All of us here at Adcraft Labels understand that tough times have begun to hit individuals and companies all around the world. Fortunately, there’s financial help from our government that will allow you to save your business and you may not have to pay it back.
The $2 trillion Coronavirus Aid, Relief, and Economic Security (CARES) Act aims to address the economic impact of the COVID-19 pandemic from a variety of perspectives, including tax relief, grants and loan assistance, healthcare and education provisions, and more.
Below are some of the key provisions to the CARES Act we’d like to share with you that may help your business secure funding to avoid closure or layoffs (1).
Paycheck Protection Program
The CARES Act’s Paycheck Protection Program can keep wages flowing to you and your workers. Businesses and nonprofits with less than 500 employees, as well as sole proprietors (individuals making money but haven’t incorporated as a legal entity) and other independent contractors, such as single-member LLC are eligible for this expanded Small Business Administration (SBA) 7(a) loan program under Sec. 1102 of the CARES Act.
The amount you’re eligible to receive is equal to the amount of money your business or non-profit would typically spend in a month on payroll. “Payroll” is broadly defined to include:
- Wages and commissions for all full-time and part-time employees (capped at $100,000/year)
- Tips typically made by your workers
- Costs of benefits, and of state and local employment taxes
Wages you’ve paid to sole proprietors and contractors (similarly capped at $100,000/year), The total loan amount is up to 2.5 times the total of these monthly expenses. There’s a total loan cap of $10 million. There may be adjustments made to the calculation if your business is seasonal.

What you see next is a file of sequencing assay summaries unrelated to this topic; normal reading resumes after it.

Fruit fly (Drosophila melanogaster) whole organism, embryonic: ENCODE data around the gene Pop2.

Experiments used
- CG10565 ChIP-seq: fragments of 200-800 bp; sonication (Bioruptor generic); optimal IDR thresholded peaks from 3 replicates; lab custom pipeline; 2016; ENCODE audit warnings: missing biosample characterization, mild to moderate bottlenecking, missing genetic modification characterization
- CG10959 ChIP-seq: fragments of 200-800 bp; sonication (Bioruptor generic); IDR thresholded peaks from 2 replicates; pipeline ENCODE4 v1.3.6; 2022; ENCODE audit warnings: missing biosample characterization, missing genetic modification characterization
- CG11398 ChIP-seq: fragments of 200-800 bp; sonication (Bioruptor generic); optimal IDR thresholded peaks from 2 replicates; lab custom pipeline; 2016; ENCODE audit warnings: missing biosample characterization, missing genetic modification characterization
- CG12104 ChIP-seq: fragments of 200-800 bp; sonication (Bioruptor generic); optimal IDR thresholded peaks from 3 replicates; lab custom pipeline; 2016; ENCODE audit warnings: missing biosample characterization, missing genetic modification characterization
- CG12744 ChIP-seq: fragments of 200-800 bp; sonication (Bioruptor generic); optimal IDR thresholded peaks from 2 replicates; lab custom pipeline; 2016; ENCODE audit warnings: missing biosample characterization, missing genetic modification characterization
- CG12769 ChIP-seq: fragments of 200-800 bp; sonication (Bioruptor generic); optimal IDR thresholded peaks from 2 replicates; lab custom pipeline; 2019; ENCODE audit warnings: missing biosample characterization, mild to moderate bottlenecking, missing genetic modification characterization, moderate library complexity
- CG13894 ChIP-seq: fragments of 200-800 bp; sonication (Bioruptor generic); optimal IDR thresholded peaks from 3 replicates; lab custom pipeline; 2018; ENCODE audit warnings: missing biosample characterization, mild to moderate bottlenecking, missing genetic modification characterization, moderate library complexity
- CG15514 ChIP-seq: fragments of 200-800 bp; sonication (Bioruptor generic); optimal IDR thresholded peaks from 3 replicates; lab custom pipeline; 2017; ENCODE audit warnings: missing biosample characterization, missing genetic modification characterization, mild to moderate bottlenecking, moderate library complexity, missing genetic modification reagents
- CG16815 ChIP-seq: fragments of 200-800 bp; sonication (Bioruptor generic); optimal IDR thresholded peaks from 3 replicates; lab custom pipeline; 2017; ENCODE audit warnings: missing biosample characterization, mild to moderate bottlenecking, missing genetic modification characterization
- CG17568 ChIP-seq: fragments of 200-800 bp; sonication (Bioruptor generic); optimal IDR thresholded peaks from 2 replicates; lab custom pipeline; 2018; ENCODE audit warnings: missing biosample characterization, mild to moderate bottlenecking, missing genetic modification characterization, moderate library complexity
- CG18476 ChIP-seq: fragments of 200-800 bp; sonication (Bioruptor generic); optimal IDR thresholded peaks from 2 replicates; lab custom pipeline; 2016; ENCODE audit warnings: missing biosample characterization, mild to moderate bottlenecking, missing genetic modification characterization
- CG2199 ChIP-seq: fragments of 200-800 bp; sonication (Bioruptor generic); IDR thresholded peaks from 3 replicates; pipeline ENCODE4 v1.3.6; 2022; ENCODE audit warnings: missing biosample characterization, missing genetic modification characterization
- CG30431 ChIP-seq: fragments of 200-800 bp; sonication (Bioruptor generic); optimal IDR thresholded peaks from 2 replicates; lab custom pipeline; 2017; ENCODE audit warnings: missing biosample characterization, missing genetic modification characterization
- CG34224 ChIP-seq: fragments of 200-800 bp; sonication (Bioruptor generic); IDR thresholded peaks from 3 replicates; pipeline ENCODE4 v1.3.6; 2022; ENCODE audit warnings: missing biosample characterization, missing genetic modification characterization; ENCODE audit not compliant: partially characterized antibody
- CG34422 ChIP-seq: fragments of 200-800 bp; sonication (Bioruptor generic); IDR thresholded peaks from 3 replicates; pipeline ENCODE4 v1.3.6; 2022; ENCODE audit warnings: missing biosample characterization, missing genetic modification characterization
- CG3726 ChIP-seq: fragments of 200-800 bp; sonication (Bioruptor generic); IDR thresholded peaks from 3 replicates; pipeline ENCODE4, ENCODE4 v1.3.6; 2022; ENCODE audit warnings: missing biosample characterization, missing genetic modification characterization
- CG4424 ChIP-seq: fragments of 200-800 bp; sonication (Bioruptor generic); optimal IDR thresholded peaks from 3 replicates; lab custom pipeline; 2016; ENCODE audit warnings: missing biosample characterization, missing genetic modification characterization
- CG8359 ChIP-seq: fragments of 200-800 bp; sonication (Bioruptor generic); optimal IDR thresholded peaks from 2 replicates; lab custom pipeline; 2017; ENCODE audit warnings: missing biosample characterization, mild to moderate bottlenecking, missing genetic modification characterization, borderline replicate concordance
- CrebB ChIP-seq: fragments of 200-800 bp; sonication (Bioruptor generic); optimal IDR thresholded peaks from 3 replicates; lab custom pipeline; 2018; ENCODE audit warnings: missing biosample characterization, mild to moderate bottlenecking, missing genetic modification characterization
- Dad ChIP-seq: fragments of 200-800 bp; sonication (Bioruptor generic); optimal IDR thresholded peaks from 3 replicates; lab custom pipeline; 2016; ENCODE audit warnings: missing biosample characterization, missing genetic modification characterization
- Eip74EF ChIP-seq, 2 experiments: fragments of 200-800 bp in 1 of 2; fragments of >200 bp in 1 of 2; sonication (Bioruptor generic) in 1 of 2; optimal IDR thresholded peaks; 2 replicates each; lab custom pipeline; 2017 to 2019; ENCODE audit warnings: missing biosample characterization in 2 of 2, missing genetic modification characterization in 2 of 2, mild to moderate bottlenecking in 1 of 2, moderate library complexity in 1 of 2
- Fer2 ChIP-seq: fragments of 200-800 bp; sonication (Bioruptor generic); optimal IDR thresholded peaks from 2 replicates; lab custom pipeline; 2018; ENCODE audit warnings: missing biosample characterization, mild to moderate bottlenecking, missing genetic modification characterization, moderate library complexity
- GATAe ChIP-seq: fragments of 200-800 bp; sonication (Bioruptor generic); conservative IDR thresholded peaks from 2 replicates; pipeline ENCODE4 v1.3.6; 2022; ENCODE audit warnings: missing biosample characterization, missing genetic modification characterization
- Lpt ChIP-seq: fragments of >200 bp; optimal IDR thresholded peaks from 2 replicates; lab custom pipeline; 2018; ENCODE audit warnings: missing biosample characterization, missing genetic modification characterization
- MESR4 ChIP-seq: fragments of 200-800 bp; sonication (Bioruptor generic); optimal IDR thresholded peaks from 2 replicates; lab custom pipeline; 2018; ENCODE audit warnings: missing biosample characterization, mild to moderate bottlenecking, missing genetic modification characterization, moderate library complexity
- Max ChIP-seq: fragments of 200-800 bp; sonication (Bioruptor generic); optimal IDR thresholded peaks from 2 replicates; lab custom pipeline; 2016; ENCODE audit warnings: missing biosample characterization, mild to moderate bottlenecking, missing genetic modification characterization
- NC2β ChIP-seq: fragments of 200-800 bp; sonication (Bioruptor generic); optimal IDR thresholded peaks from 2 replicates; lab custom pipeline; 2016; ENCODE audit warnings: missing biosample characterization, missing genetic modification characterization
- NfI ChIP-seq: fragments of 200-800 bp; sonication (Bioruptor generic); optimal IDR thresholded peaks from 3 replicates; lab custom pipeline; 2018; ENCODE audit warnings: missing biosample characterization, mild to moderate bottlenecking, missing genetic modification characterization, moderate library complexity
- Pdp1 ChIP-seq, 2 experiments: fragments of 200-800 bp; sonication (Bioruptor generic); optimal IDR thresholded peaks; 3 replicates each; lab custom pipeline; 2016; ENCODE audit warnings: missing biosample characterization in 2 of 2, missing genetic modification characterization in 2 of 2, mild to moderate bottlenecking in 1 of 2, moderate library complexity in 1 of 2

Keep our Business Operational
The SBA 7(a) loan money is intended to keep your staff paid and your business or organization afloat, and covers many expenses including:
- Payroll and other wages
- Continuation of group health care benefits while any employees you have are out on paid leave
- Insurance premiums
- Mortgage interest
- Interest on any other debt obligations that were incurred before the covered period
Much of the CARES Act Money You Spend Can be Forgiven
Business operations costs which you spend to keep your business functioning through the pandemic may be forgivable expenditures. This is the government’s way of putting free money into your pocket so you can keep staff employed. You can rehire any furloughed staff while you keep your business or non-profit on life support until we get through the pandemic. Forgivable uses for your 7(a) loan include:
- Payroll costs
- Mortgage interest
Contact your Business Banker regarding these loans, as they are the one’s administering them or click here for more information.
Additional Options Available to Most Businesses And Employees
Families First Coronavirus Response Act (FFCRA) – Starting April 1, 2020, you can utilize this legislation, which provides payroll tax credits for employees who cannot work due to qualifying reasons. This option would be helpful if you have some employees working and others who are not. The Act provides that employees of covered employers are eligible for:
- Two weeks (up to 80 hours) of paid sick leave at the employee’s regular rate of pay
- Two weeks (up to 80 hours) of paid sick leave at two-thirds the employee’s regular rate of pay
- Up to an additional 10 weeks of paid expanded family and medical leave at two-thirds the employee’s regular rate of pay
Small Business Administration Disaster Loan Assistance – In response to the Coronavirus (COVID-19) pandemic, small business owners are eligible to apply for an Economic Injury Disaster Loan advance of up to $10,000. This advance will provide economic relief to businesses that are currently experiencing a temporary loss of revenue. Funds will be made available within three (3) days of a successful application. This loan advance will NOT have to be repaid.
Unemployment – You can layoff your employees so they can collect unemployment. However, we encourage you to consider the above options before you layoff staff.
The Adcraft Labels family
1. The information above does not represent a comprehensive, exhaustive list of all CARES Act provisions. Additionally, some provisions may have eligibility criteria and conditions not described here in full. Click here for the full text of the bill. Please consult your Financial Advisor, and Tax and Legal Advisors, to understand the potential CARES Act impact to your particular financial and tax situation, respectively.